LOCAL OFFICIALS WANT TO WORK TOGETHER TO SOLVE HOUSING CRUNCH
Though it is still in its early stages, a new plan aims to alter how the Lowcountry approaches its workforce housing crunch.
The Southern Lowcountry Regional Board (SoLoCo) — a regional think tank with representation from various government bodies in southern Beaufort County and Jasper County — is forming a housing trust fund focused on bringing more “attainable housing” options to the region.
“Attainable housing encompasses a price point that our working families can attain, whether it’s a teacher or a fireman or policeman or a plumber,” said Hardeeville Mayor Harry Williams, who spearheaded the project. “It’s attainable for the workforce that we need in this area so critically.”
Last year, The Town of Hilton Head Island hired a housing consultant to recommend how to make workforce housing affordable. The plan developed by this consultant in conjuntion with town staff includes participation in a regional trust fund for housing that aspires to have contributions from Hilton Head Island, Bluffton, the City of Beaufort, Hardeeville, Port Royal and Beaufort County.
THE WHOLE IDEA OF SOLOCO IS THAT THE PROBLEMS AND THE SOLUTIONS ARE IN THE REGION. IF WE LOOK AT THEM AS A REGION, WE CAN SOLVE MORE TOGETHER THAN WE CAN ALONE.
- HARDEEVILLE MAYOR HARRY WILLIAMS
The groundwork for the regional housing trust began with the formation of the SoLoCo board in 2017, bringing together city and county officials to collaborate on solutions to problems facing the region. One of the most pressing issues was the lack of moderate or low-priced housing, so a sub-committee led by Beaufort County community development director Eric Greenway proposed the multi-jurisdictional housing trust fund.
Williams said there are nearly 800 housing trust funds in the United States, including those in Savannah and Greenville. The sub-committee studied those programs as well as a regional program in King County, Washington.
The notion quickly gained traction with the group and even drew interest from outside the SoLoCo boundaries, as the towns of Beaufort, Port Royal and Yemassee approached the group about joining the alliance.
“I was really quite proud that we were fostering an idea that people were going out of their way to be a part of,” Williams said. “The whole idea of SoLoCo is that the problems and the solutions are in the region. If we look at them as a region, we can solve more together than we can alone.”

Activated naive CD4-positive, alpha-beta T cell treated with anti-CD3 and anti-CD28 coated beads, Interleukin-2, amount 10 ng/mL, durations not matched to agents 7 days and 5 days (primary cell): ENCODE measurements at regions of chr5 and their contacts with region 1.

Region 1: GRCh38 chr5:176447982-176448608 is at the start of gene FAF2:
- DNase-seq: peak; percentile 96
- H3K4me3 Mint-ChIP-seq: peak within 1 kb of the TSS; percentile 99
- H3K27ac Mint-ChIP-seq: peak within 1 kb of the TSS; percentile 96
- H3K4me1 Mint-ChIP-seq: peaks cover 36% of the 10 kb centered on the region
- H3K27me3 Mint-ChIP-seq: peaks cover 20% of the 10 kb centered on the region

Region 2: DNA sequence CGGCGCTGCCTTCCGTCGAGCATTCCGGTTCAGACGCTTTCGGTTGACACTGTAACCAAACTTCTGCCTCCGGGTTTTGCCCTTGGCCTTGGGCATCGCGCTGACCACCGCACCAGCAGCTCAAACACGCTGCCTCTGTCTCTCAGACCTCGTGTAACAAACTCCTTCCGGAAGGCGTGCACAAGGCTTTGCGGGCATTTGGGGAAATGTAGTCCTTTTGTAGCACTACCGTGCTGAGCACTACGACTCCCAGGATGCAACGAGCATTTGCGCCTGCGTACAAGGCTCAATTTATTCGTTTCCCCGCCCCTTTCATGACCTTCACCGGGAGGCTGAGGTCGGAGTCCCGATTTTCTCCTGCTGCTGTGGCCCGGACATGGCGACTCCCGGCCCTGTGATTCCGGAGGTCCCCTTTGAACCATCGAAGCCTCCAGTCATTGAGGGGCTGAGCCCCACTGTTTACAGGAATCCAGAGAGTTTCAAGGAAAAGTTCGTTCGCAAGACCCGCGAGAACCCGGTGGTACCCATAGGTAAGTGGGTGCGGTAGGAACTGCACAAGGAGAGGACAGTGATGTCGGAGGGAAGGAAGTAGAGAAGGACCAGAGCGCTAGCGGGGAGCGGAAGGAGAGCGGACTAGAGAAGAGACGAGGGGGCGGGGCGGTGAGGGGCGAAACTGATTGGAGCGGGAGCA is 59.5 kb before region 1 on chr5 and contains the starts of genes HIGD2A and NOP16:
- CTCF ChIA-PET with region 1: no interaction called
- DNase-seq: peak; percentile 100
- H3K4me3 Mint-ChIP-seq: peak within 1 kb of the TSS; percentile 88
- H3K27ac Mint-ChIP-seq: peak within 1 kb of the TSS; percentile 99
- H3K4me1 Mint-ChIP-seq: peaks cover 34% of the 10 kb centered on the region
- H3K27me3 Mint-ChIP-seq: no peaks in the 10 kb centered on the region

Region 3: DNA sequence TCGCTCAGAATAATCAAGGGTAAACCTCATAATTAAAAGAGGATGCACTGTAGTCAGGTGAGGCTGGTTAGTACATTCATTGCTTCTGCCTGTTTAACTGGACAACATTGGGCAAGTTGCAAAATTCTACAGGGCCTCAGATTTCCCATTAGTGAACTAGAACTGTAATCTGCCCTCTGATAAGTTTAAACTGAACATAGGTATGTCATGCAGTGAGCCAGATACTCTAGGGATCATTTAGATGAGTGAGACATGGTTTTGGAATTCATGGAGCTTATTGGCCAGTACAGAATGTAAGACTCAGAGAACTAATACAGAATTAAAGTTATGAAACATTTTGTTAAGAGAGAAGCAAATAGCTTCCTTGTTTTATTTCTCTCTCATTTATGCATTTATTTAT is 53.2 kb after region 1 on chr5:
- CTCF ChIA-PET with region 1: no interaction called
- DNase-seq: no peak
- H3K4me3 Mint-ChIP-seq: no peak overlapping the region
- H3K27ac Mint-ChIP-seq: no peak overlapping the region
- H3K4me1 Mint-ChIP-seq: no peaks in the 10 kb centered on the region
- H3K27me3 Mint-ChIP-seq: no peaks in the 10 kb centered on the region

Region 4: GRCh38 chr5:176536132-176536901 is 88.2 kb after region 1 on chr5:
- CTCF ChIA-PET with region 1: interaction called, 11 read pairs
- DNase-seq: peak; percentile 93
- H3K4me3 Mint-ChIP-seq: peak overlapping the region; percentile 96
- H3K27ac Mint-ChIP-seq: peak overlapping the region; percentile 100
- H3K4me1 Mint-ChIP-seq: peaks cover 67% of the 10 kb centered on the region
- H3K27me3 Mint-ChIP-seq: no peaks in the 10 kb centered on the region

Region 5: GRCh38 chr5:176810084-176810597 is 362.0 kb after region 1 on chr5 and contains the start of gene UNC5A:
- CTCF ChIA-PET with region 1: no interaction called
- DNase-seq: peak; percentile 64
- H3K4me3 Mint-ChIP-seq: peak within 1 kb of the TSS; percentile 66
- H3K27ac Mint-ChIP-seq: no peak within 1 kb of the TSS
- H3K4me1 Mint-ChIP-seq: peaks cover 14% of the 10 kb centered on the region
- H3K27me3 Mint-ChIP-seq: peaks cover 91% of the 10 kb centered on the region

SoLoCo members are pooling resources to hire a consultant to set up the fund. After that, a board of directors will be appointed to oversee the fund and establish the initial investments needed from each jurisdiction, as well as determine how the money will be allocated. Some examples might include paying down development fees for builders who are providing the types of housing needed in the area — the sub-committee’s report identified moderate market-rate rental housing (rents of $750-$1,250 per month) and entry-level for-sale housing (priced below $150,000) as the greatest needs — or providing gap financing to help first-time homebuyers.
“We are all facing a workforce shortage, and we can’t solve that if the workforce has no place to live,” Williams said.
Once the fund is established, Williams said, the group can begin soliciting funding from other sources, such as corporate contributions and federal and state grants. The Greenville fund parlayed an initial $2 million investment into $47 million in leveraged funding, according to the sub-committee’s report. Many of the details — including where the housing will be built — will be determined later.
The key to the plan’s success, Williams says, is for officials to put aside their own self-interests and focus on doing what is best for the entire region.
“These kinds of issues do not stop at the artificial boundaries that we as governments create. We’re trying to look at them from a top-level perspective,” Williams said. “This could be one of the most significant initiatives for the region in quite some time.”